GOES-16 IFR Probability fields, above, show very high IFR Probability values over the Willamette Valley of Oregon to the south of Portland; surface observations in the region show IFR conditions from Salem (KSLE) southward through Eugene (KEUG) to Roseburg (KRBG). IFR Probability is also large along the coast, with IFR conditions reported at Newport (KONP) and North Bend (KOTH). The 10.3 µm – 3.9 µm “Night Fog” Brightness Temperature Difference field, below, also has a modest signal in the Valley, and along the coast, giving a qualitative (but not quantitative) estimate of fog.
GOES-R Cloud Thickness (labeled as Fog Depth in TOWR-S Build 19) can be used to estimate radiation fog dissipation time. Values are not computed during the time of rapidly-changing reflected solar radiance (i.e., for the times around sunrise and sunset); the last pre-sunrise value can be used in concert with this scatterplot to estimate burn-off times. Values at 1451 UTC in the Willamette valley peak at around 380 m. This suggests a burn-off time (if this is radiation fog and not advection fog) of about two hours according to the scatterplot below, i.e., shortly before 1700 UTC.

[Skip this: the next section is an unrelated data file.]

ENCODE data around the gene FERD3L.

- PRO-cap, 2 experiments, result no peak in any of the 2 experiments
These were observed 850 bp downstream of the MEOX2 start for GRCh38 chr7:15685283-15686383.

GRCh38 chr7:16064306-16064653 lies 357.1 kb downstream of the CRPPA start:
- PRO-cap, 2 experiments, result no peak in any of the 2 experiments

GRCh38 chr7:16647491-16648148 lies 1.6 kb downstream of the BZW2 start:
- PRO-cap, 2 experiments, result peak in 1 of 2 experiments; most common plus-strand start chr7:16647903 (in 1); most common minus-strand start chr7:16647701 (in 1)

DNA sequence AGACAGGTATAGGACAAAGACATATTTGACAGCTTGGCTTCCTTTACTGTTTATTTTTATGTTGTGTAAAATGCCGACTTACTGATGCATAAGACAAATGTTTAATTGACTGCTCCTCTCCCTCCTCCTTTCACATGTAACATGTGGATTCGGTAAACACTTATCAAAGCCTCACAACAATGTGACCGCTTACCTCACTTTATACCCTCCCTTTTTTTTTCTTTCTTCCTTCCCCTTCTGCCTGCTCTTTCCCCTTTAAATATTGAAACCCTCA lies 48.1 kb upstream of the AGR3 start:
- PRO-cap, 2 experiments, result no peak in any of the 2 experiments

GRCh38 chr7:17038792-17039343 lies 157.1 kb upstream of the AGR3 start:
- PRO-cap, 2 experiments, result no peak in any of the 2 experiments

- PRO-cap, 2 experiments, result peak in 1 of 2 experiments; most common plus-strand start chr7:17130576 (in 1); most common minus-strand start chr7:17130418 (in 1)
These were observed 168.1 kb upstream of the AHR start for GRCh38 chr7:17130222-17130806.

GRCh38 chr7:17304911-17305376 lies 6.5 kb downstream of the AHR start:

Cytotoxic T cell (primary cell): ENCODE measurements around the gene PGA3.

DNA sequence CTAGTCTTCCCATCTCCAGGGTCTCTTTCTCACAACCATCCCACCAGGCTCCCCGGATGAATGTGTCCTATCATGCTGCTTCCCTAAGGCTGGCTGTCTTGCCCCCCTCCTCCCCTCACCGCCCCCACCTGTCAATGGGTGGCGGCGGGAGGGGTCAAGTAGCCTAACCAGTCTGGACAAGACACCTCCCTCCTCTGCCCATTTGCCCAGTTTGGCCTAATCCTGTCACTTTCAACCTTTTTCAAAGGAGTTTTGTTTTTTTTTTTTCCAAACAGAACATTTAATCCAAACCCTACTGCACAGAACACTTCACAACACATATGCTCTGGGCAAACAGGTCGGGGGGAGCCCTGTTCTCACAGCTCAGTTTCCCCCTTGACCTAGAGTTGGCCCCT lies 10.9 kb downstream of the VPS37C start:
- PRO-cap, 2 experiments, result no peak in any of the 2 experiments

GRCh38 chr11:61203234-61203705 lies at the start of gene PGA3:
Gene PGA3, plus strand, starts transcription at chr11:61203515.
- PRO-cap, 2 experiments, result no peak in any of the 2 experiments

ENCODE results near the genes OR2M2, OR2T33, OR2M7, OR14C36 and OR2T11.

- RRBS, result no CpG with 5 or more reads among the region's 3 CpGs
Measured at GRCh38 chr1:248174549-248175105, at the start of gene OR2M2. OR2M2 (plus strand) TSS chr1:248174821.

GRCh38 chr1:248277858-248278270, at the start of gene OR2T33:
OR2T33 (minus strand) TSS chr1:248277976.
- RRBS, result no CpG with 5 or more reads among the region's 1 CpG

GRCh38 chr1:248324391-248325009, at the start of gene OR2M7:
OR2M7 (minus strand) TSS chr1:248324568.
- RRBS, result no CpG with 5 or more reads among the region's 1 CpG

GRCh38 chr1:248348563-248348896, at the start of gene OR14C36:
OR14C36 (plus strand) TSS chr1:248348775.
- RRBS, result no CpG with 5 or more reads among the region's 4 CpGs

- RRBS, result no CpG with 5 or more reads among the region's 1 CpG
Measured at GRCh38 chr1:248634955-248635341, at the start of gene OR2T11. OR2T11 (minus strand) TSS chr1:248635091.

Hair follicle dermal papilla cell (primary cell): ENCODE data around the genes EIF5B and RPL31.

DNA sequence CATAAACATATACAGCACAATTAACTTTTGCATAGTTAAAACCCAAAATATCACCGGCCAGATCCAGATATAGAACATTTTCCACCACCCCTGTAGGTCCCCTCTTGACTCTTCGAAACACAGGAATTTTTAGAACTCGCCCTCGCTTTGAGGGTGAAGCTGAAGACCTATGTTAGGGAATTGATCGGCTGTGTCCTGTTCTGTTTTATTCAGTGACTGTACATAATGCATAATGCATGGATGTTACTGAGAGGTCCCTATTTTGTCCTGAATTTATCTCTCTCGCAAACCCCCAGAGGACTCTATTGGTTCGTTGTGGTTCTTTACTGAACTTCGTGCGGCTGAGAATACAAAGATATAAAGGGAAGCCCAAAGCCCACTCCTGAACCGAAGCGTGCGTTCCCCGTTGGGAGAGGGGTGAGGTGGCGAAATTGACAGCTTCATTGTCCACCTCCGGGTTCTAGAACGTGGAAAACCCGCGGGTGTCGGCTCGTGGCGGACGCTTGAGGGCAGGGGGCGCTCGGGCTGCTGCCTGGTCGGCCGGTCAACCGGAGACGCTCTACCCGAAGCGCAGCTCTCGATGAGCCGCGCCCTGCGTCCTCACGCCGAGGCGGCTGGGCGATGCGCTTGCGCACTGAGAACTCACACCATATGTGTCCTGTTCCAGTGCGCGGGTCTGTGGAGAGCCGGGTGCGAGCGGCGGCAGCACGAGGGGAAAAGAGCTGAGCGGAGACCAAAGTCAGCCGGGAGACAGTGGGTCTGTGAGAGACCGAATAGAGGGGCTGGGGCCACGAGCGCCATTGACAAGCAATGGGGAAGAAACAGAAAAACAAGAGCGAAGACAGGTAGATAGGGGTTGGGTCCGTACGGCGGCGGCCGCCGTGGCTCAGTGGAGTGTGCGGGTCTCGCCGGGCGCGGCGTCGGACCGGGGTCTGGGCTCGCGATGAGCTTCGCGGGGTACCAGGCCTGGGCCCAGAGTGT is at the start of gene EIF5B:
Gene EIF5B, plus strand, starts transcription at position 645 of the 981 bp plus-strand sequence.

Visible imagery, below, at 1601 and 1706 UTC do show a trend towards clearing. The scatterplot can underestimate clearing time if (1) the sun angle is lower than at the points used to create the scatterplot or (2) if the fog is not strictly a radiation fog. In either event, however, the values from day to day should give useful information. For example, if today’s last pre-sunrise cloud thickness is greater than yesterday’s, then the burn-off time today should be later than yesterday.
Fog/low stratus dissipated shortly after the 1901 UTC image shown above.